The announcement Wednesday that the United States will restore full diplomatic relations with Cuba and open an embassy in Havana for the first time in more than a half-century is a hugely significant move by the U.S. government.
As a precursor, it was announced that U.S. contractor Alan Gross was released after five years in Cuban captivity. In addition, the United States returned three Cuban spies who were in a U.S. prison since 2001 while Cuba released an American intelligence agent who was in a Cuban prison for nearly 20 years.
Yes, it may be seen by some as a spy swap, but more than that it is the extraordinary beginning of a change in policy in place since 1961.
For decades, the United States has used the Swiss embassy to communicate with the Cuban government, and vice versa, but it seems that this time Cuban President Raul Castro spoke directly with White House staff. That is huge in the big scheme of things. Obama and Castro spoke very briefly at Nelson Mandela's funeral in 2013, even exchanging a handshake in view of cameras.
The White House's argument on this seems credible. Raul Castro has implemented some reforms in Cuba and President Barack Obama sees this as a way to encourage even more, including more commerce and further easing of visitation rules (the United States don't really have that many now, to be honest). It's a similar argument used by past U.S. lawmakers when pushing for most-favored-nation status for the Communist Chinese.
Since Fidel Castro’s illness and his retirement in 2008, Raul Castro and his cohorts have been moving to ease some rules on commerce and tourism. That's not to say Cuba is where it needs to be, or that the leaders should be congratulated for the little they’ve done. The government is still deeply corrupt, and the violations of human rights sadly continue. Also factoring in the winds of change in the hemisphere are the death of President Hugo Chávez in Venezuela in 2013 (his successor, Nicolás Maduro, has been a disaster, the country even ran out of bathroom tissue some months ago), and the loss of shine for Evo Morales in Bolivia (the hard-left first native of Indian descent elected to a presidential office in Latin America). The status quo is on life support.
When I visited Cuba almost 25 years ago as a journalist, the island was a very different place from now. The “special period” — during which everyone had to work the fields unpaid for two weeks out of the year for the state — was demoralizing to professionals (doctors, lawyers, economists) and others just trying to make ends meet. At one countryside farm, folks told me when no one was watching how messed up it all was. They said there were roughly 10,000 phone lines on the entire island.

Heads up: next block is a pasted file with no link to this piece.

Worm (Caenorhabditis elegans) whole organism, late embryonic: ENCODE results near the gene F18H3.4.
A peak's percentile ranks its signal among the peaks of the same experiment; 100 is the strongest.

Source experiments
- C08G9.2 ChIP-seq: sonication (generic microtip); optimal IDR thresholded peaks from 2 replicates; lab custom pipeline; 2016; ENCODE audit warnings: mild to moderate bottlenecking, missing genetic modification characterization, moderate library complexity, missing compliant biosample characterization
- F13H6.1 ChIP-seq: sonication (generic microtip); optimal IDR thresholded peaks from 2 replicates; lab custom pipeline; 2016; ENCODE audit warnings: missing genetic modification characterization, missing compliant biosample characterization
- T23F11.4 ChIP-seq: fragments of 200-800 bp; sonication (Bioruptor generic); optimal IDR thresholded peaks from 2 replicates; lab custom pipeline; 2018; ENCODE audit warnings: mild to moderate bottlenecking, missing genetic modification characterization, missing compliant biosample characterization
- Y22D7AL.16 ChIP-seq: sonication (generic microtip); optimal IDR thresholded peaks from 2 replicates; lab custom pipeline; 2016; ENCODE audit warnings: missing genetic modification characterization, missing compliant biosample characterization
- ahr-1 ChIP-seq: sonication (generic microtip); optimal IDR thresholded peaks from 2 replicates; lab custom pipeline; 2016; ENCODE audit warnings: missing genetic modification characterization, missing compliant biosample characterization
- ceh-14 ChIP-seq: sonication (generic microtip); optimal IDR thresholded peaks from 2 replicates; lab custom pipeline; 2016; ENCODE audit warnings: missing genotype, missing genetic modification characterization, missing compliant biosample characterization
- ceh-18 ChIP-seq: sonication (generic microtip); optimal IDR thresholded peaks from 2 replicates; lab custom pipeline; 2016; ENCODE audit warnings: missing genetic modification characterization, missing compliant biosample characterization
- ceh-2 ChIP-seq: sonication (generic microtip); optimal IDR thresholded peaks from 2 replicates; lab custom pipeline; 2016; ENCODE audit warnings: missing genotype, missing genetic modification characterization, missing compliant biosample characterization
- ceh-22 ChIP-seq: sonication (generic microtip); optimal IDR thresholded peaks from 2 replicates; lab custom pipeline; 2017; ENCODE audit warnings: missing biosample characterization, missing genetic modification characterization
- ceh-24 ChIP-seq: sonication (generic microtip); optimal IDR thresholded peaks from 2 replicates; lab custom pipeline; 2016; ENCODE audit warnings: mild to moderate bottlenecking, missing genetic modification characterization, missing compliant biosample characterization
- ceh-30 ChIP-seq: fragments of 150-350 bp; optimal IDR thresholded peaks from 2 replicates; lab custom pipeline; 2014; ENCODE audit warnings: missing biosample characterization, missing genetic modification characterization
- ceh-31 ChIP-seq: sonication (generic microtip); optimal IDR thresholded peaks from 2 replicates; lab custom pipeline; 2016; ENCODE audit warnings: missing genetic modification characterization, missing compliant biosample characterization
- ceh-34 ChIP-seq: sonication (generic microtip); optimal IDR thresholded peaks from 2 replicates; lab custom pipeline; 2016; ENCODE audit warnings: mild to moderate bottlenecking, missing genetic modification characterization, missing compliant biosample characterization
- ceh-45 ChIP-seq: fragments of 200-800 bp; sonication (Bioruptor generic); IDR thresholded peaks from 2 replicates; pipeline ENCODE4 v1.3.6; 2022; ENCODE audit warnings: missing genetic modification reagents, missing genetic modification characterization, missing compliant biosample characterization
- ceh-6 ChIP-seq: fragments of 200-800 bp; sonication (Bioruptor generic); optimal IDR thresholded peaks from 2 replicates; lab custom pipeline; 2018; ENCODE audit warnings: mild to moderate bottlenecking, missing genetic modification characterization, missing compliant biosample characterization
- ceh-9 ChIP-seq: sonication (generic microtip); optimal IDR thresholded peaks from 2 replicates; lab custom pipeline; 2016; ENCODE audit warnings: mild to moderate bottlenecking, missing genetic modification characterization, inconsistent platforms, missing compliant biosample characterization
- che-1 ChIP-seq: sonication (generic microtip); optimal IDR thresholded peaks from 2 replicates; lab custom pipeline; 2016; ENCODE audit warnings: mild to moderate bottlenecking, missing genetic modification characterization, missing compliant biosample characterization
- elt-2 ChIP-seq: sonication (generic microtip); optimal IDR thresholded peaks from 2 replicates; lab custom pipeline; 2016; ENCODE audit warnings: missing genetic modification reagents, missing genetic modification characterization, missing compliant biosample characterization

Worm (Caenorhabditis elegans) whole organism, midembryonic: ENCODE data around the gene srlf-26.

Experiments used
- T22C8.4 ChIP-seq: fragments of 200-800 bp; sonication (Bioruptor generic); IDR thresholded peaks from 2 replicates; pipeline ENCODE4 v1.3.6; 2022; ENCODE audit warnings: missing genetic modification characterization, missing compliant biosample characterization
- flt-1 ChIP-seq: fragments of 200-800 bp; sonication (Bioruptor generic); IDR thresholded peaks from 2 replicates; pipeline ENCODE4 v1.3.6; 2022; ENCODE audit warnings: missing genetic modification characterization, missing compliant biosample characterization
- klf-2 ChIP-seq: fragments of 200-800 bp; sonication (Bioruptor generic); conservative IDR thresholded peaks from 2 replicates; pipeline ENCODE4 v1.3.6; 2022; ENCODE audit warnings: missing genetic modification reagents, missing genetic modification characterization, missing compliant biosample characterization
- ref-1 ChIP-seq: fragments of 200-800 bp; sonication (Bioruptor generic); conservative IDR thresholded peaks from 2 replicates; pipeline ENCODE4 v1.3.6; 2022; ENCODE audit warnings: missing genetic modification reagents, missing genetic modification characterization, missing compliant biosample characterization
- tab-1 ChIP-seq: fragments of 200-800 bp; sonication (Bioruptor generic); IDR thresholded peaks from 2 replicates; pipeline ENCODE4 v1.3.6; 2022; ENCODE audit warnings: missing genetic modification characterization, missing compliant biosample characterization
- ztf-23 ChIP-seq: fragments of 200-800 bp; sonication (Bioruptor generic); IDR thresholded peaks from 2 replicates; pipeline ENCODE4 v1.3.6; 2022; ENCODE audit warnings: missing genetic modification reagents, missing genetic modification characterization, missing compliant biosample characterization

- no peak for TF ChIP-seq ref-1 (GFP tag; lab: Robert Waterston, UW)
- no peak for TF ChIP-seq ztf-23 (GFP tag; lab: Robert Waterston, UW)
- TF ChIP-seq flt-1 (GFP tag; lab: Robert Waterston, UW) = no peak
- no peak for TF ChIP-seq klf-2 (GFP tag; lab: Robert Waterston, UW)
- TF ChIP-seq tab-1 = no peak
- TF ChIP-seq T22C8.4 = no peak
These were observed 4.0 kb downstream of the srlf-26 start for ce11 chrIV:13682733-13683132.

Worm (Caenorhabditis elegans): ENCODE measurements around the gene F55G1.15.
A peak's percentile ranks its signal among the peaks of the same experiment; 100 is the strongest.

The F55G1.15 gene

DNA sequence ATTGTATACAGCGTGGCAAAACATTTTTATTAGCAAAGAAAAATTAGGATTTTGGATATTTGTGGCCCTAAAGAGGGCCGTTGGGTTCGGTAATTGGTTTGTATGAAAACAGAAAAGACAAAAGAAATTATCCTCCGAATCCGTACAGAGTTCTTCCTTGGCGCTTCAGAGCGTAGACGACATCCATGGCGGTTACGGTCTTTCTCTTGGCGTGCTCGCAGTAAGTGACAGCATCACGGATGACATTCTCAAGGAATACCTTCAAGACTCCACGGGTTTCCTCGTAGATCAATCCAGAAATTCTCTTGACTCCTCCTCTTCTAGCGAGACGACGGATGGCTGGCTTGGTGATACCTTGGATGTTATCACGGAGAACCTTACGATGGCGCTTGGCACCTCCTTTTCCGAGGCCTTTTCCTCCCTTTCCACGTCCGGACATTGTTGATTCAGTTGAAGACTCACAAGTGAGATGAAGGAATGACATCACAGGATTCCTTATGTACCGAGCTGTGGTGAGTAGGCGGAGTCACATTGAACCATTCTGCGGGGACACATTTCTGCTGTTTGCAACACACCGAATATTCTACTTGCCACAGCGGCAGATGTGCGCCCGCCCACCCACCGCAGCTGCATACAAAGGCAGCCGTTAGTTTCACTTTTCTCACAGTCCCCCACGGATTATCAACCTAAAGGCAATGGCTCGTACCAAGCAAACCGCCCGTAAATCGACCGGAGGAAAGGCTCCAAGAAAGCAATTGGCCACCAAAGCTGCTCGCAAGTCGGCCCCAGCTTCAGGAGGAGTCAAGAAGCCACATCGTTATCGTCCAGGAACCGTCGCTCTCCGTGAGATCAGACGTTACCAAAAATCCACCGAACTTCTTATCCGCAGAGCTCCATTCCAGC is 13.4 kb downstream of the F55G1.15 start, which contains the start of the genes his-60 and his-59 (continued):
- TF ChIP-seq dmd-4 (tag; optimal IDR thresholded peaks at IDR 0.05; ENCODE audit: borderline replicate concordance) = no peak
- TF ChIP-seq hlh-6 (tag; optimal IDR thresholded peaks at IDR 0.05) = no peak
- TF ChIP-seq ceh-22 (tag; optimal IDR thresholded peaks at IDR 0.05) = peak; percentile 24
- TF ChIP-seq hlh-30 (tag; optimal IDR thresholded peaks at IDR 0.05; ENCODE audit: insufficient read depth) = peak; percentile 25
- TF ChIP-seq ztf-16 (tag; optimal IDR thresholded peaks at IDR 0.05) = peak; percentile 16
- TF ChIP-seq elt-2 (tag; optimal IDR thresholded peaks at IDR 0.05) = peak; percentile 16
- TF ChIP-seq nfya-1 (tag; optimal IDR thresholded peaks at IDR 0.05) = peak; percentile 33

There are definite signs we should restore relations with Cuba, like these:
-- Today, young people are driving change — aren't they always? — through resistance, ingenuity and social networks (not particularly widespread on the island, but still influential).
-- Popes John Paul II and Benedict XVI were openly welcomed in a state that refused — still refuses — to recognize religion as integral part of Cuban society.
-- There’s a not-as-prominent dual economy (one for tourists/visitors, one for Cubans). Although there are still huge food and service shortages and human rights violations, and the country still has the “comite” — neighborhood groups that keep track of visitors and report to the Communist Party apparatus.
Going into this new agreement, we should expect the older Cuban exile communities in the United States to pan this as Communist-loving liberals swapping spies and embracing Communist terrorists, and as giving in to a former Soviet ally — tantamount to the end of the world as we know it.
We can expect some members of Congress to push back forcefully: Sens. Robert Menendez (D-N.J.), for now the chairman of the Senate committee on foreign relations, Marco Rubio (R-Fla.), the incoming chairman of the committee on Western Hemisphere affairs; and Reps. Ileana Ros-Lehtinen (anti-Castro) and Mario Diaz-Balart, son of past Rep. Lincoln Diaz-Balart, both Florida Republicans. All of these lawmakers represent large swaths of Cuban-American voters. They'll be right to raise objections: The Cuban government is still deeply corrupt.
But, as it has been said for decades, what we've done for more than 50 years has clearly not worked.
The world left two generations of Cubans to know only one form of government, one leader (the longest-serving in the world). Both suppressed not only their dreams but also took away their potential to get this country out of the post-missile crisis mentality. They have been mostly living in a world that doesn't exist for much of the planet, politically, economically and technologically. It's shameful, and America can help change it.
Eli Reyes is a member of Newsday’s editorial board.